In a short story by the great Hebrew author S.Y. Agnon, an unspecified member of the Rothschild family—proverbially wealthy Jewish bankers—finds himself in a small shtetl for the Sabbath. Here Rothschild (as he is called throughout) encounters “the Patron,” the head of the local Jewish community of whose own riches the townspeople are in awe. The following passage describes the Patron’s grand entrance into the synagogue during Friday-night prayers:
Rothschild saw that the sun had set yet no one had started reciting the prayers for welcoming the Sabbath. He looked at his watch, he looked at the window, and he looked at the schedule on the wall. Rothschild asked, “The time to welcome the Sabbath has arrived, why aren’t we reciting the prayers?” They responded, “We are waiting for the Patron to arrive in synagogue, for we do not pray until he arrives, but he’ll surely arrive soon, since the sexton has already gone to get him.”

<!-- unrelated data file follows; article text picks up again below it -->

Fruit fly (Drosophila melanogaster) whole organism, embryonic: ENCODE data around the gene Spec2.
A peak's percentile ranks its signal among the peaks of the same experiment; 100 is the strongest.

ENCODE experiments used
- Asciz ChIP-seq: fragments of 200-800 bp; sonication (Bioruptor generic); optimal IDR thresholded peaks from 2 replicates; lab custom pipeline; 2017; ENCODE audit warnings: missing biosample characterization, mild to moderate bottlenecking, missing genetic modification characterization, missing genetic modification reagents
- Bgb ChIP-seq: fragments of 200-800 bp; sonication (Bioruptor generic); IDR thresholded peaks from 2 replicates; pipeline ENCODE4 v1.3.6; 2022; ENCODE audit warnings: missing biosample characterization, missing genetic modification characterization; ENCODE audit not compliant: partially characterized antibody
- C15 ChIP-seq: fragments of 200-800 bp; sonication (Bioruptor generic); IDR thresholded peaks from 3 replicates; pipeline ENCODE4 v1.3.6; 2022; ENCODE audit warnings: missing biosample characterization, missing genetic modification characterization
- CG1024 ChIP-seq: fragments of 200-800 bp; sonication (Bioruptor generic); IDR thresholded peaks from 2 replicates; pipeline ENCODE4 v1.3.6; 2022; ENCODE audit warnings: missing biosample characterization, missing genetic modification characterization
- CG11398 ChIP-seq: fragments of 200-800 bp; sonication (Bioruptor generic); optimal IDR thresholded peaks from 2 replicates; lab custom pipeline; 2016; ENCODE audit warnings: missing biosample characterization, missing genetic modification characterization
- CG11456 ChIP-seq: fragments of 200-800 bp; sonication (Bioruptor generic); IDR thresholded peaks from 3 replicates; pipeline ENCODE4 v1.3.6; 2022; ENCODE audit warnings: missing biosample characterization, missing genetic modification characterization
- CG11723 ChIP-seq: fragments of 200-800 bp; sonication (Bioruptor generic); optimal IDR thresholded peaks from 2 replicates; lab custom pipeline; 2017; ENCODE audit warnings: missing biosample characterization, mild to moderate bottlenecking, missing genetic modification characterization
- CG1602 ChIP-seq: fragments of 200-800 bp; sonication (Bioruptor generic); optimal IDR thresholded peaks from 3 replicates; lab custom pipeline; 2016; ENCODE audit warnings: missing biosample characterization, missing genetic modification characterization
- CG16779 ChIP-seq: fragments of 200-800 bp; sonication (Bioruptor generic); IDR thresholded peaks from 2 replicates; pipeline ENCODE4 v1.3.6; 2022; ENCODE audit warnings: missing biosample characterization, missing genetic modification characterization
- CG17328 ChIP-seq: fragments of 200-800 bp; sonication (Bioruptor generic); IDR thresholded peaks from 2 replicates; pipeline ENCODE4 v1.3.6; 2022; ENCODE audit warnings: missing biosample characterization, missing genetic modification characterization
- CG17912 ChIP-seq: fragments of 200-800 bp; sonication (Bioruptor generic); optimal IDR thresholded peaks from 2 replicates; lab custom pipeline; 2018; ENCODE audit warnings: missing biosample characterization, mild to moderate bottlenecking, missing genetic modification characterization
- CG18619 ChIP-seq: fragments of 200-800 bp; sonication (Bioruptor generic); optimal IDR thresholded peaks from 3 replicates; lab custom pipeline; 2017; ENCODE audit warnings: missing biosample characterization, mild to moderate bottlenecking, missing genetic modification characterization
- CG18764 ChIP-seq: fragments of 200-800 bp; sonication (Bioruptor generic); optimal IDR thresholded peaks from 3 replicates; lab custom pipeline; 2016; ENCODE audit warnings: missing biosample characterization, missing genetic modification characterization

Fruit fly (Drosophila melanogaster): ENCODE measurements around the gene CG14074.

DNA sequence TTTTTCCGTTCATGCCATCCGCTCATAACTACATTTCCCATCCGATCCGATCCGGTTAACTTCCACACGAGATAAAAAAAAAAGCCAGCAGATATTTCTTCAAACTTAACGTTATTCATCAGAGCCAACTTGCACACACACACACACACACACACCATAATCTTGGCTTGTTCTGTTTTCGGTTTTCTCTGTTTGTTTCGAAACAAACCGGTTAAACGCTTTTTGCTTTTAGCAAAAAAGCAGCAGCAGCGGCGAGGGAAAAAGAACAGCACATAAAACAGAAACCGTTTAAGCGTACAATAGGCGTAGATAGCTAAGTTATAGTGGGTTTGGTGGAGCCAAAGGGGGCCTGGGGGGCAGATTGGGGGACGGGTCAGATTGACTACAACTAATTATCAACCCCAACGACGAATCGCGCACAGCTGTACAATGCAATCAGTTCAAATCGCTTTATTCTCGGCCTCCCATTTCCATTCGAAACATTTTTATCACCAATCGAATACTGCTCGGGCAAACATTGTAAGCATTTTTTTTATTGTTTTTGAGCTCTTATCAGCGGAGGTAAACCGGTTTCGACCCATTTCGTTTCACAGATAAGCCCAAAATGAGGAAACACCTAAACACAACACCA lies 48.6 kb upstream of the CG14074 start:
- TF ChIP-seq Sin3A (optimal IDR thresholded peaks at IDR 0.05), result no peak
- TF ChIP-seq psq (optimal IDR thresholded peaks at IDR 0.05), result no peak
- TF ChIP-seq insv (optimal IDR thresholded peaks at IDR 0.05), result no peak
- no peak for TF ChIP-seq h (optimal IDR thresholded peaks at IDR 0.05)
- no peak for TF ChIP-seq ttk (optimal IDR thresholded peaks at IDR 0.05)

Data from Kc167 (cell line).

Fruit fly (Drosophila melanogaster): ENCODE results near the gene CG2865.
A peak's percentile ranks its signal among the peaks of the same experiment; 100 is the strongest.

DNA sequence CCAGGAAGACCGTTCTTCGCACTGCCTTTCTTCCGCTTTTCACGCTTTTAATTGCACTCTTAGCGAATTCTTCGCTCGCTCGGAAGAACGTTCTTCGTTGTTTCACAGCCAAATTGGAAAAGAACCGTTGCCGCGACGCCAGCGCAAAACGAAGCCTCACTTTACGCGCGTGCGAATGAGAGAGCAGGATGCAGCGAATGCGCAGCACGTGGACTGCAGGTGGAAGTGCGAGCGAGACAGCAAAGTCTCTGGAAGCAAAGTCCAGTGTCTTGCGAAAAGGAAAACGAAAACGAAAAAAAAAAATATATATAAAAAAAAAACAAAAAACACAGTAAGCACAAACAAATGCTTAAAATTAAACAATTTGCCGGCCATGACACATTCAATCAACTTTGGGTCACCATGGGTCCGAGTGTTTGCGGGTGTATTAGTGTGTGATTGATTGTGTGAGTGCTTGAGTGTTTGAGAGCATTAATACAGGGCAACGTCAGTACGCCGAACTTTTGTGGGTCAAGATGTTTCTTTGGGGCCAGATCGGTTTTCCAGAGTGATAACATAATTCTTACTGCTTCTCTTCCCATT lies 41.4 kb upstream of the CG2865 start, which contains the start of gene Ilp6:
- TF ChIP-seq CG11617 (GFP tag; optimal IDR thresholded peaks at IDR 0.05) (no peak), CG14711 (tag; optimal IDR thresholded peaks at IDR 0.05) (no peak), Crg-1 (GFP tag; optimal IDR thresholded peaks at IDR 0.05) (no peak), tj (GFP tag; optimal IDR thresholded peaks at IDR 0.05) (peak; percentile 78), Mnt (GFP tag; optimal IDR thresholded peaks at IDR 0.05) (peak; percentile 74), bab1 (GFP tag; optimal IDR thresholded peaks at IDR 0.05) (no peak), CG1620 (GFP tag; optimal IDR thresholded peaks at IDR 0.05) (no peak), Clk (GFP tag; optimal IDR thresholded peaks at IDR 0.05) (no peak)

As they were talking the door opened and in walked the sexton, who called out, “Sha-a-a!” informing one and all that the Patron was about to enter. Everyone answered, “The Patron is coming! The Patron is coming!”
Rothschild raised his eyes and saw a corpulent man, as wide around the middle as he was tall, dressed in silks and sables, with his face set toward the east.
The Patron reached the eastern wall at the front of the synagogue and sat in his place, all the while puffing and panting from his walk.
The prayer leader approached him, bowed, and asked, “What does your honor think? May we welcome the Sabbath?” The Patron nodded yes. The prayer leader retreated, with his face toward the Patron and his backside to the congregation, ascended the platform, wrapped himself in a tallit, and began the prayers.
After the prayers everyone pushed and shoved to approach the Patron, bow to him with awe and reverence, and wish him a Shabbat Shalom, while he nodded his head in affirmation as if to say the same.